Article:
Hold the presses and quit your bitching! For all those complaining about the money and other resources being used to overthrow the duly elected United States government, it’s time to be quiet and pay attention. James Comey might well have changed everything with his reaction to accusations that he passed on classified information in the memos he released to a third party.
According to Department of Justice watchdogs, at least two of the memos Comey passed to a friend, who is a law professor at Columbia University, contained information deemed to be classified. That professor, following Comey’s instructions, then leaked parts of those memos to “The New York Times”. In Comey’s defense, some of it might have been classified after he passed it on.
Before his fans breathe too deep a sigh of relief, however, it’s instructive to look back at Comey’s rebuttal to Hillary Clinton’s those-emails-weren’t-marked-classified defense. He said, in part, “But even if information is not marked ‘classified’ in an e-mail, participants who know or should know that the subject matter is classified are still obligated to protect it.” In other words, government officials should use some common sense when handling the nation’s secret information.
Of course, excuses abound, both from Comey and his supporters. He was the FBI Director, some say, so a document’s sensitivity was his call to make. Folks who believe that should reference the common-sense comment in the previous paragraph. Others claim the comparison of Comey’s memos to Clinton’s emails is a false equivalency. The emails, they say, were electronic communication between government officials, while Comey’s memos were simply handwritten notes. Once again, that common-sense comment seems to be the most appropriate response.
Comey himself provides the most entertaining justification for his actions, and it might be the crowning achievement of his government career. When asked if he had released classified government documents to a private individual, Comey said he didn’t think so since he considered those memos personal items. Yep, you read that right – giving sensitive government information to a private individual for the express purpose of leaking it to the press wasn’t really giving sensitive government information to a private individual for the express purpose of leaking it to the press since the information was contained in documents Mr. Comey considered his personal property.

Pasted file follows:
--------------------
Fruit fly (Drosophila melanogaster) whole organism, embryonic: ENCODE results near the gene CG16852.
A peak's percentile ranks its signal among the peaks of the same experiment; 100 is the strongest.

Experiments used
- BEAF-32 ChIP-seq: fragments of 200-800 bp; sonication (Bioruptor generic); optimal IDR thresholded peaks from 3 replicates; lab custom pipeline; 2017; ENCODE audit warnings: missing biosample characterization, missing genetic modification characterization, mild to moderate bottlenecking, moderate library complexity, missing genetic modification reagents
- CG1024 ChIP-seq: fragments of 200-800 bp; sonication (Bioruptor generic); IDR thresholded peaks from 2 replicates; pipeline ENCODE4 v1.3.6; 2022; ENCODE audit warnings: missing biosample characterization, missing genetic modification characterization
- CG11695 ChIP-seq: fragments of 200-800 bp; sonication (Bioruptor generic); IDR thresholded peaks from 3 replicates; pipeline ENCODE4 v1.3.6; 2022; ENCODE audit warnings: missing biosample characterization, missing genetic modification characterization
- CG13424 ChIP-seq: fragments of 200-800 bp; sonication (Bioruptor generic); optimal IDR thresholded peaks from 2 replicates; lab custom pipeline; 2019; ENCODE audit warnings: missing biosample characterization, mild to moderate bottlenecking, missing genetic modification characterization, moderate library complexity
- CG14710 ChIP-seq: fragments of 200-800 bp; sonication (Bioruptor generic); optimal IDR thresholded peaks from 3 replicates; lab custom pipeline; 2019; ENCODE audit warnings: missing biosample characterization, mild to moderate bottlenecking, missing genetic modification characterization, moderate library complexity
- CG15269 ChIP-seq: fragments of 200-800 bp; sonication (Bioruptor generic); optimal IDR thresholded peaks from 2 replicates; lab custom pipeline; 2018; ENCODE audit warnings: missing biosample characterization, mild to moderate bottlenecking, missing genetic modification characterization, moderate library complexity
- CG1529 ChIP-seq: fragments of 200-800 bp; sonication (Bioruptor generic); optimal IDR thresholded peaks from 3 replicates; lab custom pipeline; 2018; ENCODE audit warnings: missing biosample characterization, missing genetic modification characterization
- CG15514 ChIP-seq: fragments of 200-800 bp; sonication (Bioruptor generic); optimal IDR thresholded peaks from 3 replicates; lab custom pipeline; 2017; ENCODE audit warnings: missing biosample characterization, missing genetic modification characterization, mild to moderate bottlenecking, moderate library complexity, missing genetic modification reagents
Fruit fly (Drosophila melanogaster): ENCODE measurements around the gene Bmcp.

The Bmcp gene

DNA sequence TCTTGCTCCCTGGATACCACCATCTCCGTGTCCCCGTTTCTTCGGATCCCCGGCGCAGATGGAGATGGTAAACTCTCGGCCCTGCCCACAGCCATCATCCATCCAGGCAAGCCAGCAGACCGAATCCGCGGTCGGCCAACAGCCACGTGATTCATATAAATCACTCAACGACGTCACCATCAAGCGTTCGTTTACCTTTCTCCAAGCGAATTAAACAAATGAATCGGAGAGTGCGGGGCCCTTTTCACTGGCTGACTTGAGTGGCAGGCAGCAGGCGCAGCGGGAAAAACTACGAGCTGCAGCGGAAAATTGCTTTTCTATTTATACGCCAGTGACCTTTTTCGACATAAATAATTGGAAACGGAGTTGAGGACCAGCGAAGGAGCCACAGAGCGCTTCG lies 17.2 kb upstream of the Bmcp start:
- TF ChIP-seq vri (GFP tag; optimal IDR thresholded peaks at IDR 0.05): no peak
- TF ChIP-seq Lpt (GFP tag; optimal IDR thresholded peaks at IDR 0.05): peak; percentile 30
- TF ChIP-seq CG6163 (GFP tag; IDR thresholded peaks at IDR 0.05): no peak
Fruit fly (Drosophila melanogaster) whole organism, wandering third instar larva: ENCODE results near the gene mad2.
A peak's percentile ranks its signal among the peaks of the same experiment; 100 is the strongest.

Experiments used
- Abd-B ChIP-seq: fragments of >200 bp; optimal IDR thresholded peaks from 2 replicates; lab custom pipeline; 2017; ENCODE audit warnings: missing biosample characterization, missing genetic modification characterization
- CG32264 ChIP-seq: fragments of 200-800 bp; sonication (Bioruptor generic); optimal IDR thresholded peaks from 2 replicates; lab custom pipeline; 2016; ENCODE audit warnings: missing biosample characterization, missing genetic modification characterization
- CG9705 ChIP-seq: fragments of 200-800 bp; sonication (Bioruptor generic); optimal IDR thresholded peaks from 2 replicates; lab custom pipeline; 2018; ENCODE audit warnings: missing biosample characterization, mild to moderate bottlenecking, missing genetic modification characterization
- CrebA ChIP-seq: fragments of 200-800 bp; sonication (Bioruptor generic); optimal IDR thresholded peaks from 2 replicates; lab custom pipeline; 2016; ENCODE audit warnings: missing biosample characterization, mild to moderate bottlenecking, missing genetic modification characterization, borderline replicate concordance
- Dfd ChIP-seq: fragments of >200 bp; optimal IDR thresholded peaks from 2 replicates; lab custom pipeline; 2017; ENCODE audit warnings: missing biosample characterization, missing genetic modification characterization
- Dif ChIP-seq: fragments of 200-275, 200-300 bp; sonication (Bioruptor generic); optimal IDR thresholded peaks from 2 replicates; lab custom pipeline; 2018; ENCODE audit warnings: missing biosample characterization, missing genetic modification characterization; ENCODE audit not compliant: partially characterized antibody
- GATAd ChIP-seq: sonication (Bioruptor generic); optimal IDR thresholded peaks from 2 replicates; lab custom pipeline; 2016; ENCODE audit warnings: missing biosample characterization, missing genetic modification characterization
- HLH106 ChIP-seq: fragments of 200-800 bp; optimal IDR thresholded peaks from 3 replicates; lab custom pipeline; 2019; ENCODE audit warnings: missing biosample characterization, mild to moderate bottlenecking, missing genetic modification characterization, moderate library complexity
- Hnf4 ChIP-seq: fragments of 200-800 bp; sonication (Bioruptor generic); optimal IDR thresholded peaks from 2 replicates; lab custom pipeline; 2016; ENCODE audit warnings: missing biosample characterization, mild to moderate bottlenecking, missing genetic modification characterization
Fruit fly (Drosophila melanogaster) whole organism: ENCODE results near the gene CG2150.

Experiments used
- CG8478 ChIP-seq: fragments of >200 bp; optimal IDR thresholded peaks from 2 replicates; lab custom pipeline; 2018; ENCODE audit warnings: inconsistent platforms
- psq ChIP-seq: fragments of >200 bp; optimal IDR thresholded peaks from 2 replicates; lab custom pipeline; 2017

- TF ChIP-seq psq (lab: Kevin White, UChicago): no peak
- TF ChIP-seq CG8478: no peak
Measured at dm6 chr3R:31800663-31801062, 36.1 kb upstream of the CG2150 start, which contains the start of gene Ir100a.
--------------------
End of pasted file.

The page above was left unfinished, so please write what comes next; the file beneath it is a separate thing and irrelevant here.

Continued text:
Well, boy howdy! Everybody needs to just slow down and take a breath before hyperventilating from laughter. This cat might be onto something, here. He was the FBI Director, after all, so he must be at least half bright. If he’s allowed to slide because, well shucks, those little handwritten notes were just his stuff, then a whole lot of new precedents open up for the rest of us, and they could be pretty good.
For instance, a small business owner might believe that every single expense he or she has is tax-deductible. Others might consider all of the money they spend throughout the year to be charitable donations. Got a speeding ticket? “I’m sorry, your honor, but I believe that stretch of road to be my property, so law enforcement has no jurisdiction when it comes to traffic enforcement.” Pretty sweet, isn’t it?
Yes, those are all ridiculous, but no less than attempts to portray James Comey’s actions as anything other than the intentional mishandling of classified information in order to advance his personal political preferences. Then, he tops that bit of inanity by saying – with a straight face, no less – that Donald Trump isn’t morally fit to serve as President. If the book sales don’t go well, Mr. Comey can probably make himself a fine living on the comedy circuit.
Roy Jeffords is an author, ghost writer, Constitutional conservative, and curmudgeon-at-large. A graduate of The Citadel, the Military College of South Carolina, he lives in Texas with his wife and their two boxers. Find him on Facebook at Roy Jeffords, Twitter @royjeffords, Instagram royjeffords, and at www.royjeffords.com. Contact him at firstname.lastname@example.org.